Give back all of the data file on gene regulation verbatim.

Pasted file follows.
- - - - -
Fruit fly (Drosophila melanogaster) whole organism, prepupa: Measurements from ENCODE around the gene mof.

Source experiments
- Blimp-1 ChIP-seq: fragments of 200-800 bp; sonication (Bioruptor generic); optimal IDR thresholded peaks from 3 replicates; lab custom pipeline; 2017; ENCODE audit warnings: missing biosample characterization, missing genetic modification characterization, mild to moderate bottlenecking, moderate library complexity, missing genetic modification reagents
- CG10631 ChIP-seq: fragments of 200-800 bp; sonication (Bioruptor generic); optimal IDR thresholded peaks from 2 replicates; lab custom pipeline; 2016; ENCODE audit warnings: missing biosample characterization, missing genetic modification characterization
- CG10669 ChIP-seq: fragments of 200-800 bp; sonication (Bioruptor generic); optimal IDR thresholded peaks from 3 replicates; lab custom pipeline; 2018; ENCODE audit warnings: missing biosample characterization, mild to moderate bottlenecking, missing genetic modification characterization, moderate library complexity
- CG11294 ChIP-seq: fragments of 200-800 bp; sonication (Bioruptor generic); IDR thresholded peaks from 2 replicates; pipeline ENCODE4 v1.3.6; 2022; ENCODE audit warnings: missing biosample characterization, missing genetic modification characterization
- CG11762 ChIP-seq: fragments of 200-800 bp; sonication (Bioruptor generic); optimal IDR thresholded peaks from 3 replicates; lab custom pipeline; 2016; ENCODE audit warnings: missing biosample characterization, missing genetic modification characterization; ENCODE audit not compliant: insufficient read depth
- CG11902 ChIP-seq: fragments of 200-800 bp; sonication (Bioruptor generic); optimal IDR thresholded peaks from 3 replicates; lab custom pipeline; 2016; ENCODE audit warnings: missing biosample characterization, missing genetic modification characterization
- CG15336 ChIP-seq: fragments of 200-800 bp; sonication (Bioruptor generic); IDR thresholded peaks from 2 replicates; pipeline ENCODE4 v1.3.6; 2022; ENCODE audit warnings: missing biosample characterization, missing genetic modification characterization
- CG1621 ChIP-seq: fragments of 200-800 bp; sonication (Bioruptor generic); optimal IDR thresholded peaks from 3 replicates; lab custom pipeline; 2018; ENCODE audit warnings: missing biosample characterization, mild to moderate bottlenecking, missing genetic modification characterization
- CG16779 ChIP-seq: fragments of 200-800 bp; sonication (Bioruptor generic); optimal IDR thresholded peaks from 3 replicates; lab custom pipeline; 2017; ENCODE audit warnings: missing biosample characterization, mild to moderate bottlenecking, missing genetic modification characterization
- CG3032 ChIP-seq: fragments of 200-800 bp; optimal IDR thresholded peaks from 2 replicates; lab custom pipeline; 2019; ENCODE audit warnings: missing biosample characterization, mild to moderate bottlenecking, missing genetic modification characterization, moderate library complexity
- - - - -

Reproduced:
Fruit fly (Drosophila melanogaster) whole organism, prepupa: Measurements from ENCODE around the gene mof.

Source experiments
- Blimp-1 ChIP-seq: fragments of 200-800 bp; sonication (Bioruptor generic); optimal IDR thresholded peaks from 3 replicates; lab custom pipeline; 2017; ENCODE audit warnings: missing biosample characterization, missing genetic modification characterization, mild to moderate bottlenecking, moderate library complexity, missing genetic modification reagents
- CG10631 ChIP-seq: fragments of 200-800 bp; sonication (Bioruptor generic); optimal IDR thresholded peaks from 2 replicates; lab custom pipeline; 2016; ENCODE audit warnings: missing biosample characterization, missing genetic modification characterization
- CG10669 ChIP-seq: fragments of 200-800 bp; sonication (Bioruptor generic); optimal IDR thresholded peaks from 3 replicates; lab custom pipeline; 2018; ENCODE audit warnings: missing biosample characterization, mild to moderate bottlenecking, missing genetic modification characterization, moderate library complexity
- CG11294 ChIP-seq: fragments of 200-800 bp; sonication (Bioruptor generic); IDR thresholded peaks from 2 replicates; pipeline ENCODE4 v1.3.6; 2022; ENCODE audit warnings: missing biosample characterization, missing genetic modification characterization
- CG11762 ChIP-seq: fragments of 200-800 bp; sonication (Bioruptor generic); optimal IDR thresholded peaks from 3 replicates; lab custom pipeline; 2016; ENCODE audit warnings: missing biosample characterization, missing genetic modification characterization; ENCODE audit not compliant: insufficient read depth
- CG11902 ChIP-seq: fragments of 200-800 bp; sonication (Bioruptor generic); optimal IDR thresholded peaks from 3 replicates; lab custom pipeline; 2016; ENCODE audit warnings: missing biosample characterization, missing genetic modification characterization
- CG15336 ChIP-seq: fragments of 200-800 bp; sonication (Bioruptor generic); IDR thresholded peaks from 2 replicates; pipeline ENCODE4 v1.3.6; 2022; ENCODE audit warnings: missing biosample characterization, missing genetic modification characterization
- CG1621 ChIP-seq: fragments of 200-800 bp; sonication (Bioruptor generic); optimal IDR thresholded peaks from 3 replicates; lab custom pipeline; 2018; ENCODE audit warnings: missing biosample characterization, mild to moderate bottlenecking, missing genetic modification characterization
- CG16779 ChIP-seq: fragments of 200-800 bp; sonication (Bioruptor generic); optimal IDR thresholded peaks from 3 replicates; lab custom pipeline; 2017; ENCODE audit warnings: missing biosample characterization, mild to moderate bottlenecking, missing genetic modification characterization
- CG3032 ChIP-seq: fragments of 200-800 bp; optimal IDR thresholded peaks from 2 replicates; lab custom pipeline; 2019; ENCODE audit warnings: missing biosample characterization, mild to moderate bottlenecking, missing genetic modification characterization, moderate library complexity